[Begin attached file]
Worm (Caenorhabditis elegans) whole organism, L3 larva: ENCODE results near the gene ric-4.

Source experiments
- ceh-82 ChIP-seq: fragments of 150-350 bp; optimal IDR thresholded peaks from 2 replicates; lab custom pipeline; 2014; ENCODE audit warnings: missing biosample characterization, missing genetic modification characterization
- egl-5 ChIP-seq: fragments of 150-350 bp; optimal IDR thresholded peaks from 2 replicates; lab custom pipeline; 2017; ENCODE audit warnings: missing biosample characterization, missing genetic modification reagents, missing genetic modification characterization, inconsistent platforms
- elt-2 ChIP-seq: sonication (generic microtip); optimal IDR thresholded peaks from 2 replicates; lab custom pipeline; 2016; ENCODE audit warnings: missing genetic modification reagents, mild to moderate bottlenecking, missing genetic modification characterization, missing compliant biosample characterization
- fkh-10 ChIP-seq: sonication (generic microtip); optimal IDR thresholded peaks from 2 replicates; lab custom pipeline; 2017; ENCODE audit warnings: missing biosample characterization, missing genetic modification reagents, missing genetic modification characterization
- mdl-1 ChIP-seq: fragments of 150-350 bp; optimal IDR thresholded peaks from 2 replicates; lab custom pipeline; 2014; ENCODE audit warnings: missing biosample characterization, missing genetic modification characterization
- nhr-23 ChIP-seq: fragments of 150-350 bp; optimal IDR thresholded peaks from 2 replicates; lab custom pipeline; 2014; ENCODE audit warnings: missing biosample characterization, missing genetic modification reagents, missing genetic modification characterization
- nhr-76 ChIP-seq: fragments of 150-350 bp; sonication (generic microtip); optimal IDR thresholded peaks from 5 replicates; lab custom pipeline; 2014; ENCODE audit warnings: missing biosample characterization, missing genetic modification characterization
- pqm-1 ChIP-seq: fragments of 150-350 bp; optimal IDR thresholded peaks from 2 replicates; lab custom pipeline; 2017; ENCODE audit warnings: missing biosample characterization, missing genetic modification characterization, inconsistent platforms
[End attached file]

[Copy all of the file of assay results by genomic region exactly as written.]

Worm (Caenorhabditis elegans) whole organism, L3 larva: ENCODE results near the gene ric-4.

Source experiments
- ceh-82 ChIP-seq: fragments of 150-350 bp; optimal IDR thresholded peaks from 2 replicates; lab custom pipeline; 2014; ENCODE audit warnings: missing biosample characterization, missing genetic modification characterization
- egl-5 ChIP-seq: fragments of 150-350 bp; optimal IDR thresholded peaks from 2 replicates; lab custom pipeline; 2017; ENCODE audit warnings: missing biosample characterization, missing genetic modification reagents, missing genetic modification characterization, inconsistent platforms
- elt-2 ChIP-seq: sonication (generic microtip); optimal IDR thresholded peaks from 2 replicates; lab custom pipeline; 2016; ENCODE audit warnings: missing genetic modification reagents, mild to moderate bottlenecking, missing genetic modification characterization, missing compliant biosample characterization
- fkh-10 ChIP-seq: sonication (generic microtip); optimal IDR thresholded peaks from 2 replicates; lab custom pipeline; 2017; ENCODE audit warnings: missing biosample characterization, missing genetic modification reagents, missing genetic modification characterization
- mdl-1 ChIP-seq: fragments of 150-350 bp; optimal IDR thresholded peaks from 2 replicates; lab custom pipeline; 2014; ENCODE audit warnings: missing biosample characterization, missing genetic modification characterization
- nhr-23 ChIP-seq: fragments of 150-350 bp; optimal IDR thresholded peaks from 2 replicates; lab custom pipeline; 2014; ENCODE audit warnings: missing biosample characterization, missing genetic modification reagents, missing genetic modification characterization
- nhr-76 ChIP-seq: fragments of 150-350 bp; sonication (generic microtip); optimal IDR thresholded peaks from 5 replicates; lab custom pipeline; 2014; ENCODE audit warnings: missing biosample characterization, missing genetic modification characterization
- pqm-1 ChIP-seq: fragments of 150-350 bp; optimal IDR thresholded peaks from 2 replicates; lab custom pipeline; 2017; ENCODE audit warnings: missing biosample characterization, missing genetic modification characterization, inconsistent platforms